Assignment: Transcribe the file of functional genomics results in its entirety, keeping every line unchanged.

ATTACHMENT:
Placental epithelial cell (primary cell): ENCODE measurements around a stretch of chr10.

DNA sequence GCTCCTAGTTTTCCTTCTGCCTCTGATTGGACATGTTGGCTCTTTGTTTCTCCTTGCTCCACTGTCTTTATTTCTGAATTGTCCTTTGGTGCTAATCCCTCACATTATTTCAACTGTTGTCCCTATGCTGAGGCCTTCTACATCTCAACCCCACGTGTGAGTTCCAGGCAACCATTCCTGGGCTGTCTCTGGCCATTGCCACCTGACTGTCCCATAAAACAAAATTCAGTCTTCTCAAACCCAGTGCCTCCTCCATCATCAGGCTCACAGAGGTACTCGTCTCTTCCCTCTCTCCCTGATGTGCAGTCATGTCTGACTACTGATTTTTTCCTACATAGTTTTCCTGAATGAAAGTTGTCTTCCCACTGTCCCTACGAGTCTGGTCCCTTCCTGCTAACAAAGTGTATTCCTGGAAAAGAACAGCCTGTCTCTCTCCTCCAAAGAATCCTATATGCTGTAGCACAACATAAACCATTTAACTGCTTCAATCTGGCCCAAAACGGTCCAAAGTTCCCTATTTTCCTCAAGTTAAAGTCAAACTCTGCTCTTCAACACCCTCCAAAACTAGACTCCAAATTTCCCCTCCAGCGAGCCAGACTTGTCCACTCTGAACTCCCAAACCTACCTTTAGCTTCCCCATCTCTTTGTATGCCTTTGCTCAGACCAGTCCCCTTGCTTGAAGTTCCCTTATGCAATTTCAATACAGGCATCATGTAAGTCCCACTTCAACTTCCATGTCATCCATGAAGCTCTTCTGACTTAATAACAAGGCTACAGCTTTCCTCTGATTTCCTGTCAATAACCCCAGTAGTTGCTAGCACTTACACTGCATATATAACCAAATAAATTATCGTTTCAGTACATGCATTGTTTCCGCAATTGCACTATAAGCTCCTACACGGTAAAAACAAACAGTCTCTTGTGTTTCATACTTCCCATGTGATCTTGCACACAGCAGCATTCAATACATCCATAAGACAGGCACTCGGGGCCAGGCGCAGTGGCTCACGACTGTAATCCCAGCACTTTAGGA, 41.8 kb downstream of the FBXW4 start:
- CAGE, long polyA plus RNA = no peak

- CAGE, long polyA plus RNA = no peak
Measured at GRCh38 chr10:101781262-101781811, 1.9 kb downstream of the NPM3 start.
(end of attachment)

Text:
Placental epithelial cell (primary cell): ENCODE measurements around a stretch of chr10.

DNA sequence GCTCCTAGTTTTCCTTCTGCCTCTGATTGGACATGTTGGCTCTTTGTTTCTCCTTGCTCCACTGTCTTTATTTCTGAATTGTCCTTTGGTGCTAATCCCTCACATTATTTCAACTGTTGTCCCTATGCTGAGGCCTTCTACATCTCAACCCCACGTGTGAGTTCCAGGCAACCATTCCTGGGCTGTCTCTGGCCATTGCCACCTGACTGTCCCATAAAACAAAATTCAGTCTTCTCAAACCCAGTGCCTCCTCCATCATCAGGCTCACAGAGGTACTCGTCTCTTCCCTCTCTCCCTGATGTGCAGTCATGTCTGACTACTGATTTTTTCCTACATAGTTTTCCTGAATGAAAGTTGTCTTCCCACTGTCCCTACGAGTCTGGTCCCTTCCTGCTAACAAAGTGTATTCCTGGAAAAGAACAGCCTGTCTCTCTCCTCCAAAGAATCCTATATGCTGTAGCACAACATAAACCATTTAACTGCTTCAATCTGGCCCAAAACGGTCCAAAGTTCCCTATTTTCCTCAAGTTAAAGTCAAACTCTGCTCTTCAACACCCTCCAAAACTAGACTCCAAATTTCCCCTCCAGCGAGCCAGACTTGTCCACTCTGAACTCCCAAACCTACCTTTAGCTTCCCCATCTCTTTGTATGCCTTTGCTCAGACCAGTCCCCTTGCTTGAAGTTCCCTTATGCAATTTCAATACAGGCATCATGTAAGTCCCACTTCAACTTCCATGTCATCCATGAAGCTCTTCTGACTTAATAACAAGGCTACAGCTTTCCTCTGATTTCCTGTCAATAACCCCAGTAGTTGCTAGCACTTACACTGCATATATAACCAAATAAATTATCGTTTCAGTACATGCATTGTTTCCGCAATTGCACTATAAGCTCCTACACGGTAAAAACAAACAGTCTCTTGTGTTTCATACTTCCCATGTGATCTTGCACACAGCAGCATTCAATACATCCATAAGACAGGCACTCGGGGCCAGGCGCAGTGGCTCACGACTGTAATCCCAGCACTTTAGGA, 41.8 kb downstream of the FBXW4 start:
- CAGE, long polyA plus RNA = no peak

- CAGE, long polyA plus RNA = no peak
Measured at GRCh38 chr10:101781262-101781811, 1.9 kb downstream of the NPM3 start.